Then try to feel all three at once! Take some time to see if you can balance your feelings for the two extremes to match what you feel for the central figure. You may want to remind yourself that they all have an equal right to exist, even if you enjoy being with one more than the others.

Once your feelings have leveled off, just breathe for a few minutes before ending your meditation.

In my meditation, I place my cherished plans on the side of too much clinging. I place something I absolutely do NOT want to have happen on my other side. (I don’t “catastrophize” here, picking the worst thing that could ever happen no matter how unlikely.) Then I place some other event, which would be nice but isn’t terribly exciting, in the middle. After a while, I come to realize that there are many likely potential outcomes for my particular situation, and any of them would be okay.

Wrapping It Up

In short, I am the architect of my own suffering – by clinging to my plans – and I can relieve my own suffering – by letting go through meditation practice. May all disappointments be as easily alleviated!

“I focus on spiritual wealth now, and I’m busier, more enthusiastic, and more joyful than I have ever been.”

—John Templeton

What does “spiritual wealth” mean? For me, it’s simply time to practice the Dharma by bringing it into my awareness throughout my days. It’s how I keep my mind, moment to moment. It’s remembering to be my best in any circumstance. It’s listening to my Buddha-Nature.

That’s wealth, indeed. And you have it, too.

“People know they are lacking something, they are constantly wanting some kind of spiritual guidance.”

—Douglas Hurd

When the Buddha said that life is dukkha – “unsatisfactoriness” – perhaps this is what he meant: that vague feeling that there’s something fundamental missing from our lives. For those of us who perceive that void, a spiritual practice is the most “satisfying” way to fill it.

Saturday Satori

The other morning, I was lounging in bed, savoring that sweet spot between sleep and wakefulness. And then I heard my neighbor’s wind-chimes.

Time stopped.

The universe expanded.

There were no wind-chimes to produce the sound and no “me” to hear it.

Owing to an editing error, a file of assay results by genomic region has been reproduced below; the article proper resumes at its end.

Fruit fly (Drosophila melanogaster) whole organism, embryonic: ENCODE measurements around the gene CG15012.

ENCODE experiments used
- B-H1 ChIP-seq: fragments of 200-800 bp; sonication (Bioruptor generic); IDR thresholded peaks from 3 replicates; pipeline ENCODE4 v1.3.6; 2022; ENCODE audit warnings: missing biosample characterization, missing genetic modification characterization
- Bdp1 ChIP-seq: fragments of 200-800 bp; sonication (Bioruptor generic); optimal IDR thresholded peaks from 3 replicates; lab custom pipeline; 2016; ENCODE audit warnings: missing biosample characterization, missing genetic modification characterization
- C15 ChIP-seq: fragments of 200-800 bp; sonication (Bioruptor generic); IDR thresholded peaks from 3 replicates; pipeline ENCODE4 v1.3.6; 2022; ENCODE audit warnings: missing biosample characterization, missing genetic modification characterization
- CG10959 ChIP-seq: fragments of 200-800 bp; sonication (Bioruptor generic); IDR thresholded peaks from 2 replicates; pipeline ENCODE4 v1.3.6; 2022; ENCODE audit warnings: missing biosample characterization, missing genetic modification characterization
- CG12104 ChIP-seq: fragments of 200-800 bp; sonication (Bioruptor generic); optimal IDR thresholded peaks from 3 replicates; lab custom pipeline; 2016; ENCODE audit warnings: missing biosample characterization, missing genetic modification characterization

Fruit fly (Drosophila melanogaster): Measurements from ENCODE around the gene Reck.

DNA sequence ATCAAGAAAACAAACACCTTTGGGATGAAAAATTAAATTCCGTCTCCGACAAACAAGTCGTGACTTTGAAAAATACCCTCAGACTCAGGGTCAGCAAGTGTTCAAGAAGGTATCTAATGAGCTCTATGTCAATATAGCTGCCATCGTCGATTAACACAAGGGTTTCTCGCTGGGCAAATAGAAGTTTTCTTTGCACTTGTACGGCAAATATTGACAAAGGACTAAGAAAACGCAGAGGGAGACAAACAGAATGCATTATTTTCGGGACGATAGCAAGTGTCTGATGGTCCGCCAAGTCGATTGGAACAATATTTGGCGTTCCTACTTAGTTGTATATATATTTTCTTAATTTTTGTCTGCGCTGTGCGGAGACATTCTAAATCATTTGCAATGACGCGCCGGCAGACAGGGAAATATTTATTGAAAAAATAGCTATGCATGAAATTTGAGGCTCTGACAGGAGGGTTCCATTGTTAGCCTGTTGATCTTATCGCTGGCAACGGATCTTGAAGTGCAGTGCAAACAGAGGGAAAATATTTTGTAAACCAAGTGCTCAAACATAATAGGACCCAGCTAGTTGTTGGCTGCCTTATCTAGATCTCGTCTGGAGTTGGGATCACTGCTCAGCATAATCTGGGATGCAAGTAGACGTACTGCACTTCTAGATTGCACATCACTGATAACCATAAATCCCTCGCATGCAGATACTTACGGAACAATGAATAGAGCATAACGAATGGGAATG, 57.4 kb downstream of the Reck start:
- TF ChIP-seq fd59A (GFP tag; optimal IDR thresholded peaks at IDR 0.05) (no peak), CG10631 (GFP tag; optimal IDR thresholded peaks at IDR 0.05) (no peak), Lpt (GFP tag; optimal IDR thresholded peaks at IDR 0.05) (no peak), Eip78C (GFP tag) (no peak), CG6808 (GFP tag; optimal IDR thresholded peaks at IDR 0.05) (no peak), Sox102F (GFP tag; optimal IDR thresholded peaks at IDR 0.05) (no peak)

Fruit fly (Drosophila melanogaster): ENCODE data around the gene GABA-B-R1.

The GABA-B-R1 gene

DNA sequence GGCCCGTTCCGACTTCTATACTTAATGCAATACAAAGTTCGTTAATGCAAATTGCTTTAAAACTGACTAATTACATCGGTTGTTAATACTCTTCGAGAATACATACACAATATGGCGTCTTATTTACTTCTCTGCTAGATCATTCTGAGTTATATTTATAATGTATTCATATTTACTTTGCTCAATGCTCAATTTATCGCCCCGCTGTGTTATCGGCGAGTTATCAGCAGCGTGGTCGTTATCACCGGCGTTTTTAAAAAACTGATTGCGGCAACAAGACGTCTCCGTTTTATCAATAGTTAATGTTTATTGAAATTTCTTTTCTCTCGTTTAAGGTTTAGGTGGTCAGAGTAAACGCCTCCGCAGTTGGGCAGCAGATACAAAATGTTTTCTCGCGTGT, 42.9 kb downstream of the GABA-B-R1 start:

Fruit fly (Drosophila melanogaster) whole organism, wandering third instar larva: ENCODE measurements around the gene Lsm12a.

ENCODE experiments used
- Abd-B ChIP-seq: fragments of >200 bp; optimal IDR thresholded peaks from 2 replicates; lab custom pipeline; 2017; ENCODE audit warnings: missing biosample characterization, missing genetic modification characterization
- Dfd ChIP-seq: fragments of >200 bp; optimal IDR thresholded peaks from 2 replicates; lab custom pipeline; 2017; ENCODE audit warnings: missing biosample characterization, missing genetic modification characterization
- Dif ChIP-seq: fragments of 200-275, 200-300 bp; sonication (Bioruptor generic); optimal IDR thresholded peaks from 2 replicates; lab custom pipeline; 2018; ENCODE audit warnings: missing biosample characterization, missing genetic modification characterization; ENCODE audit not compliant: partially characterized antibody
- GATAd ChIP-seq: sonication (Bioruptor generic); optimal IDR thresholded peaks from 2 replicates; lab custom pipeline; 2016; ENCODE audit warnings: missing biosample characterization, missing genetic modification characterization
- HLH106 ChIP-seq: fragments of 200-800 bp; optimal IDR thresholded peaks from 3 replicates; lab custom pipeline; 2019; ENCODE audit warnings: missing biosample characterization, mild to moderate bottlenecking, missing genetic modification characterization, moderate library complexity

We had merged into the sound, itself. There was nothing else. In that moment, only the sound remained.

The best way I can analogize it is to compare it to the visual effect Sam Raimi made famous, the “push-pull.” (He uses a dolly to move the camera rapidly toward a person or thing, while adjusting the lens so that the subject doesn’t get larger in frame. The net effect is that it appears that the background is moving away from the subject.) Although the experience wasn’t visual. It wasn’t auditory, either, although it was triggered by an auditory stimulus.

Then I realized that “I” had attained something – a moment of full peace – and my “self” came rushing back, ending the moment.

This is what Buddhists call a “kensho” moment, a taste of satori, a foreshadowing of nirvana. This has happened to me more times than I can count over the course of my life, usually when I’m being still. While it’s nice when it’s happening, the trick is not to get attached to it.

When I start grasping and clinging to the moment, when I start wanting it to happen again, I only push it farther away. More than that, I set myself up for disappointment, as no two moments are alike. The Buddha taught that the origin of our unhappiness is wanting things to be other than as they are. Therefore, I try to accept each meditation experience, each breath, each moment, as it comes.

Once I got over congratulating myself on having had this experience, my mind settled, creating space for something new. I had three or four more kensho moments, when my thinking mind fell away and the universe opened. Each lasted for an unknown amount of time, but no more than a few minutes, then dissolved when my thoughts returned.

And that’s okay, as I need my thinking mind to navigate this human existence in the world of form. Eventually, the thought came that it was time to get up and start the day. I used my thinking mind to cook breakfast. Ah…!